Shortlisted for the CILIP Kate Greenaway Medal 2021 | Hike is a book in which dreams become memories through adventure. It’s a wordless, wonderfully illustrated story of a boy and his father stepping out into wilderness for the day. My own memories of favourite walks with my father are very often just fleeting moments, lasting impressions and scenes which have somehow stayed with me and have no doubt gained colour over the years. Hike is a story about love. Love for the world, love for nature and love for family. Pete Oswald has portrayed adventure in a way that will inspire children and evoke happy memories for their parents.
Calling all young Jacques Cousteaus! Here’s a book to take them bobbing through the oceans, and to introduce them to some of the amazing creatures that live there, and all from the comfort of a cosy submarine. It starts with a splash as a little girl and her dog set off on an epic submarine adventure that takes them from the freezing Arctic Ocean (the world’s smallest), through the breezy Atlantic with its underwater mountains and caves, into the warm Caribbean, across the vast Pacific, and from the busy South China Sea into the Indian Ocean. Caryl Hart’s rhyming text provides the perfect introduction to each ocean, slipping in fascinating facts and drawing our attention to life above and below the waves. Bethan Woollvin’s illustrations are glorious too, every page vivid and distinctive, and with the help of pairs of smiling eyes, she manages to imbue the oceans with their own particular character. A stylised atlas on the final pages lets little fingers trace the route they’ve taken. Oceans of fun and information!
Inspiring children to protect our planet is an essential part of the fight against climate change and the neglect of our wild and special places. Antarctica is bursting with beautiful illustrations and surprising facts, with nature, history and even geo-politics wrapped up in an entertaining and logical narrative. Kids reading this book will get to learn the importance of research and science to the environment, while at the same time adding to their knowledge of whales, penguins, seals, volcanoes … and of course ice! The stories and pictures also speak to the adventurer within all of us, bringing to life an alien yet magical landscape which in the grand scheme of things has only been recently discovered. My favourite fact is that when you are at the South Pole the only way you can look is north. If only I’d thought about that that when I was seven… Antarctica is a wonderful example of how a book in the hands of a child might just change the world.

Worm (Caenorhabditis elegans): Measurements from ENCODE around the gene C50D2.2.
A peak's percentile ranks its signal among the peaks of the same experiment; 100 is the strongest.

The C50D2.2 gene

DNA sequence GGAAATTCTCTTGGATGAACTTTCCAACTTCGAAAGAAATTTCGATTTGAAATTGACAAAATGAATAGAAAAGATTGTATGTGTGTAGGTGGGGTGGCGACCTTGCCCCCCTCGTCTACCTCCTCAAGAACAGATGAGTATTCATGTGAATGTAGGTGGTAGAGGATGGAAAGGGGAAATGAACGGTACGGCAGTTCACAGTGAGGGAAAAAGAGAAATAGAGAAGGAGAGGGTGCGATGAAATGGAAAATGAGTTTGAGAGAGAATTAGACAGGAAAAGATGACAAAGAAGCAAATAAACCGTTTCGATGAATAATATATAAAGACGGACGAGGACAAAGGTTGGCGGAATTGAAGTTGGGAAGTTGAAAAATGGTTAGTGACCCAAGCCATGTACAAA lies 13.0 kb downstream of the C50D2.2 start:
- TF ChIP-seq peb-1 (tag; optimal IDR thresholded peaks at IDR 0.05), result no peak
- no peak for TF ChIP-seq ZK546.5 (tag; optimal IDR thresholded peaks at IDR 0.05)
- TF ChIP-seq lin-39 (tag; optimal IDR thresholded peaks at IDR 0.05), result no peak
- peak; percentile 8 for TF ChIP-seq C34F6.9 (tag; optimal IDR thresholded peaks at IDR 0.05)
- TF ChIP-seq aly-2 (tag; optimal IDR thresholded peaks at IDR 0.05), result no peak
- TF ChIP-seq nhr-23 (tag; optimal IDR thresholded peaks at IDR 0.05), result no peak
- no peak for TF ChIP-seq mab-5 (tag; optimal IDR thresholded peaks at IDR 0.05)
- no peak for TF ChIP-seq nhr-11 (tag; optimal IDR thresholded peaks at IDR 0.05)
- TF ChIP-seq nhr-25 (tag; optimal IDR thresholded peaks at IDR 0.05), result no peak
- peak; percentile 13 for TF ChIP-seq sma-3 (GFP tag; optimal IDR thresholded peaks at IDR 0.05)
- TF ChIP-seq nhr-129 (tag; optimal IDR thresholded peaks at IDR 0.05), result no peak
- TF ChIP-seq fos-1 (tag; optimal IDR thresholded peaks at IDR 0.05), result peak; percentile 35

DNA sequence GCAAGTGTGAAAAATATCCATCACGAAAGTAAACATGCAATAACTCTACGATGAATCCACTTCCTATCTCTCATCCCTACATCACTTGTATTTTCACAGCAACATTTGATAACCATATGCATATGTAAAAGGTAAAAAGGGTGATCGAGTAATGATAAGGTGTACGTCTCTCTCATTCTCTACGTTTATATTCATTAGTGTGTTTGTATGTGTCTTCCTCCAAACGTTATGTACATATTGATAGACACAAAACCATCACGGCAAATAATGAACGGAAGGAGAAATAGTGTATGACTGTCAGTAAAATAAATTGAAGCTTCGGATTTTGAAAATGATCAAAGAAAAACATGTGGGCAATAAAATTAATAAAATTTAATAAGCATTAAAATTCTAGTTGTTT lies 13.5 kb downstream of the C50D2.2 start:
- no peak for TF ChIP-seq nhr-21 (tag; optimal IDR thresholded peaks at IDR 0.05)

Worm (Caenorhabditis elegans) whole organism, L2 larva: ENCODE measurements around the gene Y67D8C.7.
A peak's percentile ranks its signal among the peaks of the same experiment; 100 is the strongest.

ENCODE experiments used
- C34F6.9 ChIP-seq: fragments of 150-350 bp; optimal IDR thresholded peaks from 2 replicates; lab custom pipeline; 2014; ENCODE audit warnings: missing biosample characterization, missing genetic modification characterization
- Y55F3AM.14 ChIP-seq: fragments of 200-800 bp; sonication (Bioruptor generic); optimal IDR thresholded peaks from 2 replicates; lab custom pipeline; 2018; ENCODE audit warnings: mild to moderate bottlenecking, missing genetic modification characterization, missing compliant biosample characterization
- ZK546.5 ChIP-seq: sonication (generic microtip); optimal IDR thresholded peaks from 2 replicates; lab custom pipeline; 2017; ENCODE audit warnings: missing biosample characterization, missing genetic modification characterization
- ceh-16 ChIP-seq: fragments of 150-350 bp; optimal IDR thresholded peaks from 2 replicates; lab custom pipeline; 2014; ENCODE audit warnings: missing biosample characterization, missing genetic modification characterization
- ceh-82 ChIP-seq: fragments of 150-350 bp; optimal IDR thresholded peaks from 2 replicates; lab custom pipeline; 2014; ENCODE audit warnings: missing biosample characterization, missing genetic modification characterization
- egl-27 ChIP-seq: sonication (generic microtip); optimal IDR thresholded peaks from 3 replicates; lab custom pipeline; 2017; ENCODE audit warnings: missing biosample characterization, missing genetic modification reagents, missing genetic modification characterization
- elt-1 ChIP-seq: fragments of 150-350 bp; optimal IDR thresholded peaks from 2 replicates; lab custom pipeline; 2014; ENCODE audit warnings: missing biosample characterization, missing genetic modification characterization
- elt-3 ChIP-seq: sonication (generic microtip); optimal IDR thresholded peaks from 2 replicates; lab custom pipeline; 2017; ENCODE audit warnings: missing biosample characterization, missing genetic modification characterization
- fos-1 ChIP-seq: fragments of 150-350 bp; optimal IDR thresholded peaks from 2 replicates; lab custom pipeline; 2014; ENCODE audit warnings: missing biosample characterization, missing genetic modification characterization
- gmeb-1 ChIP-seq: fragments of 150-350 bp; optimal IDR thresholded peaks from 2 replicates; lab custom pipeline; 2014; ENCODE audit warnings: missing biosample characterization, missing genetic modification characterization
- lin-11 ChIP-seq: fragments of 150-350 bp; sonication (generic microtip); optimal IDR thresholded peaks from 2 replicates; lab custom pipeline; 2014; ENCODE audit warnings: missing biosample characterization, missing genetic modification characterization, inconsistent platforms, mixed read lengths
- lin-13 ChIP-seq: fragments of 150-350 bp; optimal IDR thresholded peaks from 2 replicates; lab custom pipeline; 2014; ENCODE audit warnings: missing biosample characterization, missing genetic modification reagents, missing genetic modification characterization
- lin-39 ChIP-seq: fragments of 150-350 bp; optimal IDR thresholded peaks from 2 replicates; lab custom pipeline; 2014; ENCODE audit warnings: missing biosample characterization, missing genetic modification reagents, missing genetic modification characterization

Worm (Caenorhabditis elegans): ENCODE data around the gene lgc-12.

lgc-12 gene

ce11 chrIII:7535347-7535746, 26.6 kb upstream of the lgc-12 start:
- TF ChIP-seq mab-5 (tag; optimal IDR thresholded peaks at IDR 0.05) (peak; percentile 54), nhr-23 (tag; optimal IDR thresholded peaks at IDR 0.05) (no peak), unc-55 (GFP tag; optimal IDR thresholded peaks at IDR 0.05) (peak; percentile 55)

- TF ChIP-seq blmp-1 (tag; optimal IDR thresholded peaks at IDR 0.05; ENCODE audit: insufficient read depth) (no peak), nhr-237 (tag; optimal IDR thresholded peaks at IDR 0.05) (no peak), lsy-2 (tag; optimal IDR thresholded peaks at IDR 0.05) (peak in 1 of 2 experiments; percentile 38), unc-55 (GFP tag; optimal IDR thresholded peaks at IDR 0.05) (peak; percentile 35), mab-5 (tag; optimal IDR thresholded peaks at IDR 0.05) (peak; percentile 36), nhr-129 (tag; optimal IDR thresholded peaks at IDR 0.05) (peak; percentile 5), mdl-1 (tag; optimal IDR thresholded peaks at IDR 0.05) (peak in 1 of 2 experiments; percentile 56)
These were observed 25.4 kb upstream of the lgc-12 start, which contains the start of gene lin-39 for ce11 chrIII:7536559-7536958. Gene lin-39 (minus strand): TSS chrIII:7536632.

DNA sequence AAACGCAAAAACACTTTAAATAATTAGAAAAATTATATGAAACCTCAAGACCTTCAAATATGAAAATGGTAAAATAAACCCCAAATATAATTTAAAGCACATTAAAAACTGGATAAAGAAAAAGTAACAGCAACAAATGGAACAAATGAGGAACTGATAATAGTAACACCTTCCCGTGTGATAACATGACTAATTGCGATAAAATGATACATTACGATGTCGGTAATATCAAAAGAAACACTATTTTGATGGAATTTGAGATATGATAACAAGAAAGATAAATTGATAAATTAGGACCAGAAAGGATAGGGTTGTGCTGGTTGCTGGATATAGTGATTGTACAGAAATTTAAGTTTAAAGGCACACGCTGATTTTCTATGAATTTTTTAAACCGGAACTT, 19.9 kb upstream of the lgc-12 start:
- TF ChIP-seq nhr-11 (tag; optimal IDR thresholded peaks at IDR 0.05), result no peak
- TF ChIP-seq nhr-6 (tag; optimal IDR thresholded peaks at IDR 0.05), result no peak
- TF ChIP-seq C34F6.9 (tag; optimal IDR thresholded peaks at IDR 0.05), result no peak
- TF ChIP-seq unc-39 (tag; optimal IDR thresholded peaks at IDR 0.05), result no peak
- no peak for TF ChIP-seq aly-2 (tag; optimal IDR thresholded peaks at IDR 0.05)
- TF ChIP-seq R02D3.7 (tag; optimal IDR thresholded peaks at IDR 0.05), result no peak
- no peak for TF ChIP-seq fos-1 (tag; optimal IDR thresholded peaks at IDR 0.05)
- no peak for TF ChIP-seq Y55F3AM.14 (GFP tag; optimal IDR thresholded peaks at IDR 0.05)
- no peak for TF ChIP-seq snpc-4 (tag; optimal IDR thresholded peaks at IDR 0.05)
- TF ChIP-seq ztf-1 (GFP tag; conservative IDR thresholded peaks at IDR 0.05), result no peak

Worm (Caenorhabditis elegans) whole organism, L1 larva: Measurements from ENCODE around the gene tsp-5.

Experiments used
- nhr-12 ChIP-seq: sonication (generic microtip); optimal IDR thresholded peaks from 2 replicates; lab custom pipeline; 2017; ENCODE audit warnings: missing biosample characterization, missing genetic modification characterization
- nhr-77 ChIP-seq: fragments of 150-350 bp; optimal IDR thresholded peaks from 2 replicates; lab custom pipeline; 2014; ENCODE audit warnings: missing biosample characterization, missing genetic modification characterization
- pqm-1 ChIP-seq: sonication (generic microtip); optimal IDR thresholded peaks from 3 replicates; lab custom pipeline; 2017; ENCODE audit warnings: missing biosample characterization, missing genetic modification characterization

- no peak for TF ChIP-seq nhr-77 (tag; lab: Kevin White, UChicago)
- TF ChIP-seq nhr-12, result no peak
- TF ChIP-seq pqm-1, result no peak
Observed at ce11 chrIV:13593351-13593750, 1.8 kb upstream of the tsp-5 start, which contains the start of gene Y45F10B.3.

March 2021 Book of the Month | A Julia Eccleshare Pick of the Month February 2021 | A wonderful introduction to how a modern place somewhere in the UK will have been created over the centuries, this beautiful picture book cleverly records the history of a place as it would look from the perspective of an oak tree. Oaks are famous for the exceptional number of years that they live and their permanence makes an interesting contrast to how frequently humans change the landscape. “I first was an acorn, so tiny and round,/I fell from a branch and sank into the ground./ Then as I grew up, I turned into a tree…/ over hundreds of years! So, what did I see?” Taken together, the simple rhyming text matched by beautiful and carefully detailed illustrations offer a delightful history lesson. The book ends with a useful timeline: "What was happening in the world while the oak tree grew?". It comes right up to the present with the spreading of the Covid-19 virus!
Discover all there is to love about our Blue Planet, the stories of its inhabitants, and realise how you can help protect this wilderness beneath the waves. In collaboration with BBC Earth, this illustrated non-fiction book captures the wonder, beauty, and emotion of the landmark Blue Planet II TV series. Find out more about Blue Planet II in this interview with Leisa Stewart-Sharpe and Emily Dove